In the latest act of violence against Asian Americans, a 38-year-old man was charged with hate crimes in New York City on Wednesday after he was captured on video stomping an elderly Filipino immigrant he encountered on a Manhattan street, a random attack that sent the victim to the hospital with a fractured pelvis.
Given the depraved nature of the assault, and the blatant bigotry displayed by the suspect, the charges were more than warranted. But the incident served to underscore just how brazen an act needs to be before prosecutors file hate crime charges, something that is as true in Massachusetts as it is in New York.
Now, with the surge in violence against Asian Americans, Massachusetts is among the states considering whether it needs to toughen its hate crime laws. Obviously, prosecuting bias-related crimes after the fact is no substitute for addressing the root causes of racist violence. But making it a bit easier to prosecute hate crimes as such would help send a strong message that hate has no place in our communities.
In Massachusetts, where 376 hate incidents were reported in 2019, there’s an effort afoot in the Legislature to reform the state’s two hate crime statutes. State Representative Tram Nguyen, state Senator Adam Hinds, and Attorney General Maura Healey have filed a bill that would rework the two sections in Massachusetts law that address bias-related crime.
The bill combines the two hate crime statutes into one, clarifies what kind of behavior constitutes a hate crime, and restructures penalties. It also expands the law’s scope to include immigration status and gender as two additional characteristics to be protected in addition to a person’s race, color, religion, national origin, ethnicity, disability, gender identity, and sexual orientation.
To be clear, everything that can be prosecuted as a hate crime is also a regular crime. The question is when prosecutors can seek stiffer punishments.
To better understand the gaps in the current statutes, consider the following hypothetical scenario: Say two people are involved in a road-rage incident and one of them is a Black driver; both end up stopping their cars and a heated argument ensues, which includes racial slurs against the Black driver. The other driver returns to their vehicle and runs over the Black driver, causing a non-life-threatening injury like a broken leg.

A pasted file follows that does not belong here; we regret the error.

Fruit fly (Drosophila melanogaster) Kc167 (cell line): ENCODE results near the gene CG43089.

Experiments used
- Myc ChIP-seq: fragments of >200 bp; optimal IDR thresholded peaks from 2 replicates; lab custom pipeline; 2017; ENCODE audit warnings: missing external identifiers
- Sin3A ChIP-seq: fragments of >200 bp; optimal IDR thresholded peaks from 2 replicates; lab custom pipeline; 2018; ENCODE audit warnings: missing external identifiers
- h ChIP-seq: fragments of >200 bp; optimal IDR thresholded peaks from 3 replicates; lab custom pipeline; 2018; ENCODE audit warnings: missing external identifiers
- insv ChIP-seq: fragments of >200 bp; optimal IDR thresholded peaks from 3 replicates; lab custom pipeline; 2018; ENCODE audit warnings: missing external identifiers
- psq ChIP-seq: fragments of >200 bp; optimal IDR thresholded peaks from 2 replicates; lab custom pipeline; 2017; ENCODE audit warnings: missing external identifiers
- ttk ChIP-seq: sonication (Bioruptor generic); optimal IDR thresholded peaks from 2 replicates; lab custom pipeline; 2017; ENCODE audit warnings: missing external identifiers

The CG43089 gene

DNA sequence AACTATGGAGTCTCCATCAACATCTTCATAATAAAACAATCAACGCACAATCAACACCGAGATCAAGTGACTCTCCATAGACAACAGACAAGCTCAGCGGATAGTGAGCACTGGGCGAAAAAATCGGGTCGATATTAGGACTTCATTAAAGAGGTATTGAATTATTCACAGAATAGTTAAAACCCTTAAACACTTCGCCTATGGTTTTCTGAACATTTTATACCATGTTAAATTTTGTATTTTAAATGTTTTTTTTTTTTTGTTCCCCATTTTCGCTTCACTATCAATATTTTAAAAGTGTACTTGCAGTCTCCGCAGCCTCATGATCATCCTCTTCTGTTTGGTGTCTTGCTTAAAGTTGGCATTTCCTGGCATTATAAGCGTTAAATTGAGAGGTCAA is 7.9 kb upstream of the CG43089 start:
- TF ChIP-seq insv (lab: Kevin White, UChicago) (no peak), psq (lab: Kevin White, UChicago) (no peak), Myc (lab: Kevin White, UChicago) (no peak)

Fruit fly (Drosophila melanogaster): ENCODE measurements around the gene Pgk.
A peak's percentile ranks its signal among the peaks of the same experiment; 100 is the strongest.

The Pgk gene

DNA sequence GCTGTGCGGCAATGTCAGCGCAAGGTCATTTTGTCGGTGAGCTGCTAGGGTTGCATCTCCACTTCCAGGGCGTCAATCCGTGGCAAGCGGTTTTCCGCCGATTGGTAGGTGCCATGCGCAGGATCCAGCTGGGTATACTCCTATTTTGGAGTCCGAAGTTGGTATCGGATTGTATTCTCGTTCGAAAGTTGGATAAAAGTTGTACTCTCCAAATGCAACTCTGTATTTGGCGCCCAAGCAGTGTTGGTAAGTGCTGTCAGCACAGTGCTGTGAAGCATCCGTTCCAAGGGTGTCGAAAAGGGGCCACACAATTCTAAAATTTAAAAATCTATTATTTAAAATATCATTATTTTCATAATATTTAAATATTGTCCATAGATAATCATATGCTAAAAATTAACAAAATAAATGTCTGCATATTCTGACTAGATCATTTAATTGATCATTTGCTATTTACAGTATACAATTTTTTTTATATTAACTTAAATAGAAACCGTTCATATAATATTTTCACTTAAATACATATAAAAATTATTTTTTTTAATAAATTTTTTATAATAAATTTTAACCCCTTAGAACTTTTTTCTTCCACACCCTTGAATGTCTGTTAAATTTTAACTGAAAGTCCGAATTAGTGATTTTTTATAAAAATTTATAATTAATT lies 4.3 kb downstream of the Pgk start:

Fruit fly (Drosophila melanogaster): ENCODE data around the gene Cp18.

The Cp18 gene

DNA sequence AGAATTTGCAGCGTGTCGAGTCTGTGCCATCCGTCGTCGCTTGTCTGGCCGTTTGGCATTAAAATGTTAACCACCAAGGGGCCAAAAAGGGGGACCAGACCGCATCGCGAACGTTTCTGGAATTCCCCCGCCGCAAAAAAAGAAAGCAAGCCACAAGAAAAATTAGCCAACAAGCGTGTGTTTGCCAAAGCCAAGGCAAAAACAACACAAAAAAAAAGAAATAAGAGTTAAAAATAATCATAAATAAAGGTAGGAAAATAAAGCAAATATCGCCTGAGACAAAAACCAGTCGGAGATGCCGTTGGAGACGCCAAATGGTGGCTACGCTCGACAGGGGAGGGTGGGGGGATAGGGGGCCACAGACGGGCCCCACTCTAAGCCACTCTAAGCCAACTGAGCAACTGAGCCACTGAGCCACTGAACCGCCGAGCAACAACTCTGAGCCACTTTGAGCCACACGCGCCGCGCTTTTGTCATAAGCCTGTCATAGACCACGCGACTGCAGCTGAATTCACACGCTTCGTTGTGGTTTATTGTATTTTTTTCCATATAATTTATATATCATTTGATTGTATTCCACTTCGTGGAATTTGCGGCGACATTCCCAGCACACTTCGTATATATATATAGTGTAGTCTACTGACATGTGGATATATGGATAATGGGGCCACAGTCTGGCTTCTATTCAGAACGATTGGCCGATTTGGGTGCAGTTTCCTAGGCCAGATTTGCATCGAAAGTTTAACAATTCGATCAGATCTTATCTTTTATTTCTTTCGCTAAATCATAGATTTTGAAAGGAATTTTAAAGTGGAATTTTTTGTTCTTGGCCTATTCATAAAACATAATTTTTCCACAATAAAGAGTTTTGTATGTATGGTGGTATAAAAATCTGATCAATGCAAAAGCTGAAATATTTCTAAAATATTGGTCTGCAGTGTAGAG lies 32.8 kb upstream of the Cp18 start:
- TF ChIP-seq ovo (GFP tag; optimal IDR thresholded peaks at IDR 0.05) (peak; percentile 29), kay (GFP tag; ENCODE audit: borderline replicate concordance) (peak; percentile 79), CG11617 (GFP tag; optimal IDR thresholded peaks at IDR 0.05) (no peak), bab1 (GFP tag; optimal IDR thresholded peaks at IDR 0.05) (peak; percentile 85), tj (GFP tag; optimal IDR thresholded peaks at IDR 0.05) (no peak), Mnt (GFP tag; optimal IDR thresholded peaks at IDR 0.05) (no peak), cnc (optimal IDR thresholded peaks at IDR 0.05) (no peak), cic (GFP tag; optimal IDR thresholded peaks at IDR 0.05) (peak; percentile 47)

That’s the kind of case that causes a lot of confusion in the courts, according to Healey’s office. Even if it’s charged as a hate crime, prosecutors or judges might conclude that while the perpetrator used racial slurs, the incident started as an argument over driving and thus wasn’t entirely about race. What ends up happening, according to Healey’s office, is that the perpetrator is just charged with assault, and the hate crime aspect in the incident is too often dismissed or unaddressed as the case makes its way through the criminal justice system.
“Right now, you have to show that the perpetrator is mainly motivated by the victim’s protected class,” said Nguyen in an interview. “When people commit crimes, there are many factors. The bill we filed would make it clear that [hostile] conduct against a person based on a protected class does not need to be the predominant or sole reason” for a crime. It is not sufficiently clear in existing law what behavior qualifies or what role religion, race, color, or other protected class should play in the offense.
“Based on our work, we know that our laws do not meet the moment,” Healey said at a virtual forum to discuss the legislation earlier this week.
Another issue with existing Massachusetts hate crime statutes is that they don’t include enhanced penalties for repeat offenders. Furthermore, those convicted of a hate crime are supposed to complete a diversity-awareness program, per current law, but that program was never established, according to Healey’s office. Crucially, the new proposal differentiates between various crimes and sets punishments according to the severity, while providing judges with sentencing discretion (and without creating new mandatory minimum sentences).
Ultimately, it’s clear that overhauling the state’s hate crime laws is not a silver bullet against bigotry. “This is not the be-all and end-all,” said Nguyen. “This isn’t the only tool to address hate and violence.” She said other tools include better education for K-12 students to “learn diverse and inclusive curriculum that’s intentionally designed to avoid perpetuating gender, cultural, ethnic, or racial stereotypes.”
Still, amid a spike in violence against Asian Americans that is terrorizing a whole community, lawmakers would certainly be sending a powerful counter-message against hate if they pass this bill. As Nguyen put it, “That’s how we communicate to communities that we see them and that these crimes are unacceptable.”
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